SHIPPING INDUSTRY FALLS IN LINE WITH 24-HOUR RULE
U.S. Customs has reported no major instances of failure by the shipping industry to comply with the first enforcement phase of its new advance manifest regulation.
Effective since Dec. 2, Customs requires both vessel operators and non-vessel-operating common carriers to file their cargo manifests to the agency prior to loading on ships overseas. The agency gave the industry until Feb. 2 before it started to enforce the regulation.
“We can tell that people are trying (to comply),” said Elizabeth Durant, executive director of trade compliance and facilitation for U.S. Customs at a National Cargo Security Council meeting in Washington. “We’re pretty encouraged by the improvement (in manifest data quality) in what we’ve seen so far.”
During the early enforcement of the so-called 24-hour rule, Customs’ National Targeting Center in Washington is focused on unacceptable cargo descriptions, such as FAK (freight all kinds) and STC (said to contain) listed on inbound manifests.
Durant said the agency is “not nitpicking” with these descriptions. The agency simply wants a “good faith” effort on the part of the industry to comply with the 24-hour rule. Accurate and timely manifest information is important for Customs to prevent terrorists from using the international supply chain to conceal weapons of mass destruction, she said.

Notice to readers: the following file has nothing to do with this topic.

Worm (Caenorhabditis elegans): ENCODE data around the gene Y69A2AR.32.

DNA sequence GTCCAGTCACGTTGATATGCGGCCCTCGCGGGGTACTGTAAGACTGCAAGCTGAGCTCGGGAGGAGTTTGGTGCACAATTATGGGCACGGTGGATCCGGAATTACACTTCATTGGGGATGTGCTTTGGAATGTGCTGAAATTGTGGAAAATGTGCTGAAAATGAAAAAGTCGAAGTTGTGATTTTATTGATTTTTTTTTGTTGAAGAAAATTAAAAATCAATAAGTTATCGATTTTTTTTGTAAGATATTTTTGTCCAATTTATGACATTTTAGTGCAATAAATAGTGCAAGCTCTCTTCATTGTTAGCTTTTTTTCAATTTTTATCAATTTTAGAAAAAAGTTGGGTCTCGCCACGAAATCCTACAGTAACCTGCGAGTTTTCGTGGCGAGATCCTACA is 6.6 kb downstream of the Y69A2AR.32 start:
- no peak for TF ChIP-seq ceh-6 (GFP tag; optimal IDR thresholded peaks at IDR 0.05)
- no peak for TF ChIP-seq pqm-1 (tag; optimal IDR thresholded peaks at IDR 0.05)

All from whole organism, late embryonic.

Customs will initially issue “do-not-load” messages to vessel operators and NVOs on the Automated Manifest System that fail to provide proper cargo descriptions on their manifests.
The liner carrier industry has not experienced a rash of “do-not-load” messages since the enforcement of the 24-hour rule took effect.
The head of the World Shipping Council, a Washington-based representative for the liner industry, called the agency’s enforcement a “smart strategy.”
“Customs is doing the right thing,” said Christopher Koch, president and chief executive officer of the World Shipping Council in an interview. “They’re doing a thoroughly professional job.”
However, Koch warned that Customs is only “at the starting gate” of enforcing the 24-hour rule. “There’s a lot of stuff associated with this rule that has not yet been wrestled to the ground,” he said.
Customs plans to soon turn its attention to more rigorous enforcement of shipper and consignee information listed on manifests. The once common use of forwarder-to-forwarder, NVO-to-NVO and bank-to-bank designations for shipper and consignee is no longer acceptable, Durant said.